Wye Oak - 'Shriek'

Fourth album of eerie, melancholic folk-rock from the slow-burning US duo

Wye Oak - 'Shriek'

Album Info

  • Release Date: April 28, 2014
  • Producer: Wye Oak, Nicolas Vernhes
  • Label: City Slang
8 / 10 Wye Oak’s ascendency has been somewhat splintered. Singer Jenn Wasner and drummer Andy Stack got together in Baltimore back in 2006, though it wasn’t until their last record, 2011’s ‘Civilian’, that they found an audience in Europe. Three years later and they have made ‘Shriek’, their fourth album, while living on different sides of America; Stack moved to California, while Wasner remained in Maryland to work on her electro-pop side-project Dungeonesse, with the prolific multi-instrumentalist Jon Ehrens. It has taken a while for Wye Oak to grow, and their records share a similar slow-burn property. ‘Civilian’ spun traditional notions of folk – beautiful female voice versus melancholy subject matter – into something far creepier that seeped into your psyche, rather than seized your attention.

‘Shriek’’s twist on the pair's eerie folk rock aesthetic is to nix the guitars and lean heavily on bass and synthesizers - the very first sound you hear on the very first song, ‘Before’, is the tentative prodding of a keyboard which, by the time Wasner’s bass guitar joins in, sounds like it could be the theme to an ’80s game show.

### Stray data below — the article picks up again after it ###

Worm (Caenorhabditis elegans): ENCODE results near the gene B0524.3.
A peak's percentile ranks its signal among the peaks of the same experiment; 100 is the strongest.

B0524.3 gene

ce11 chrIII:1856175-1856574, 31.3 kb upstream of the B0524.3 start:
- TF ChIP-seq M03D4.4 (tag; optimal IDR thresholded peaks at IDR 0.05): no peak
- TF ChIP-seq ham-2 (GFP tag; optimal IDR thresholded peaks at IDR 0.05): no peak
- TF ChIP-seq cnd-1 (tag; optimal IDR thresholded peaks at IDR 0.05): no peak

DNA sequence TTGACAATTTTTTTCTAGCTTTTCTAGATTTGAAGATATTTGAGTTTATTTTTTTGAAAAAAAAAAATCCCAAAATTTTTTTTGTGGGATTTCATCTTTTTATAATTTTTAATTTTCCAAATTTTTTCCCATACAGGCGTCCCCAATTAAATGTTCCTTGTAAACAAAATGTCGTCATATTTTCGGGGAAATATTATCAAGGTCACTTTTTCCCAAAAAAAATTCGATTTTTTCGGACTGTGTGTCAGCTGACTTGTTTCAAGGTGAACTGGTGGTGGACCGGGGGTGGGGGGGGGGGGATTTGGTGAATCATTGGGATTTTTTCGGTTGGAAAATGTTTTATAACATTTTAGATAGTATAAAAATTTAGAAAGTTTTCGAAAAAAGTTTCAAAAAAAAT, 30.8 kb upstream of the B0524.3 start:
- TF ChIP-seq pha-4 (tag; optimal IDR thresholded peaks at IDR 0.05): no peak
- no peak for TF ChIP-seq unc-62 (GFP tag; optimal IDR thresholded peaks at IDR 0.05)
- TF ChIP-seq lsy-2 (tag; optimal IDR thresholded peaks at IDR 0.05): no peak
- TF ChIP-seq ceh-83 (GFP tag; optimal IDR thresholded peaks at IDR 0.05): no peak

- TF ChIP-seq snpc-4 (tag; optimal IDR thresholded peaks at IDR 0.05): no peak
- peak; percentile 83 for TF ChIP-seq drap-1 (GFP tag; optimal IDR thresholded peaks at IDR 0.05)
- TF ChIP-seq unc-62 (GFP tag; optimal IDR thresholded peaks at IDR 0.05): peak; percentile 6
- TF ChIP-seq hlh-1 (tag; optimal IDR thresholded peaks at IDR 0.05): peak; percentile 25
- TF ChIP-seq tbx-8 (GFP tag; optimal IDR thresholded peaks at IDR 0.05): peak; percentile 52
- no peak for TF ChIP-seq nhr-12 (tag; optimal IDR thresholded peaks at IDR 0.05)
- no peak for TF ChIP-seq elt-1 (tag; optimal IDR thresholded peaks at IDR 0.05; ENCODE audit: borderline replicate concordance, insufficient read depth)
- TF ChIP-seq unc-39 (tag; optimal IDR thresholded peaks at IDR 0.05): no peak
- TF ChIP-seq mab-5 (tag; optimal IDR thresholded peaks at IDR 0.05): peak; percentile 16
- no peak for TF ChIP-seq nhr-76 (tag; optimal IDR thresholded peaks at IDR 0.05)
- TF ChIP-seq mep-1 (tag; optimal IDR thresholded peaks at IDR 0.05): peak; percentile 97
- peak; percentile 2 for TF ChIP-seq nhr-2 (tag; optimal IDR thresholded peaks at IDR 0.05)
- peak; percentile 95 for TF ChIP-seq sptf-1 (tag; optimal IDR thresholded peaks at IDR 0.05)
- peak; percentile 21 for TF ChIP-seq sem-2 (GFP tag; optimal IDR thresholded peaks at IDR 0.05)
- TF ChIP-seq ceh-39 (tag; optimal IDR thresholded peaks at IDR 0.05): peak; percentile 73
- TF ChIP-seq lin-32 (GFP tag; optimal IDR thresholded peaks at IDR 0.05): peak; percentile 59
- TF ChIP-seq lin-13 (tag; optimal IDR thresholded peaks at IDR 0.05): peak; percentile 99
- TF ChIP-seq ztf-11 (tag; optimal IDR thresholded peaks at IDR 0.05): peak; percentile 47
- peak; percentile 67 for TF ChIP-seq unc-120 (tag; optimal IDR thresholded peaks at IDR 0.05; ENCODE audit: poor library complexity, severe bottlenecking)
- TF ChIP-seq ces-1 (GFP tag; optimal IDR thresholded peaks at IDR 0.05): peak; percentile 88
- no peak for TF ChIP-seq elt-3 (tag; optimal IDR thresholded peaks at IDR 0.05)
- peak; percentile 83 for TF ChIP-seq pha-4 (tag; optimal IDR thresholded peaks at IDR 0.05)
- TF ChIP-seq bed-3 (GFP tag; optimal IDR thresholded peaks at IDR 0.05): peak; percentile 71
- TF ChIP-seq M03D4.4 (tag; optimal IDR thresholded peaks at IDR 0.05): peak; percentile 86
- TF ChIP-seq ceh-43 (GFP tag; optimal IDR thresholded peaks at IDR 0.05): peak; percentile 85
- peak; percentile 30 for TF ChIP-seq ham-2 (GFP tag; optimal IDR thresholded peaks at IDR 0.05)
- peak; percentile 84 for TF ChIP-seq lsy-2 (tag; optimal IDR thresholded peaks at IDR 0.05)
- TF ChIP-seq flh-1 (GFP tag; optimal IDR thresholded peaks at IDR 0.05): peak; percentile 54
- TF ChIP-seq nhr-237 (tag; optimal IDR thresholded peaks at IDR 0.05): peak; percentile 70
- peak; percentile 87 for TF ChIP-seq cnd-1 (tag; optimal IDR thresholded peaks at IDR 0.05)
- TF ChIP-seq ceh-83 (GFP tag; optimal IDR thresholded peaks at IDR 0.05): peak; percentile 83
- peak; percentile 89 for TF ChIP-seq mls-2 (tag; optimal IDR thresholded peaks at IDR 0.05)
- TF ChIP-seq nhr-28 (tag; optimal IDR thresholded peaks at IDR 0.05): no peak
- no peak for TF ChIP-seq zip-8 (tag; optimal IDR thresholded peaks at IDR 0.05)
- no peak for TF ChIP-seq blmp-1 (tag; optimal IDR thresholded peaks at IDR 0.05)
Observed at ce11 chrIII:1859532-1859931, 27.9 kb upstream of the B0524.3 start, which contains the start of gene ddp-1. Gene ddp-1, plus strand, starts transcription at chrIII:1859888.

But although the nocturnal moodiness is at a minimum, the melancholy remains. ‘Glory’ may show off the occasional synth dalliance that resembles Chairlift's more chipper moments, but the lyrics find Wasner regarding a potential new beau with suspicion bordering on superstition, asking herself "Oh no, is this another albatross?" – a pretty glass-half-empty way to look at the joy of fancying people, by any stretch.

‘I Know The Law’, meanwhile, is the album’s emotional anchor and finds the frontwoman wrangling with self-preservation in a loveless relationship, mournfully resolving to “preserve the myth”, though she “cannot deliver”. ‘The Tower’ continues the juxtaposition of styles, pitting gentle, off-beat jabs of keyboard and what can only be described as a bass solo against ''the fear of dying incomplete'', though the whole thing shimmers by too easily to feel weighty or depressing.

Perhaps the most amazing thing about ‘Shriek’ is that it's the child of a long-distance relationship – that Stack and Wasner can make something sound so together while so far apart. It’s been a long wait, but Wye Oak are beginning to blossom.

JJ Dunning
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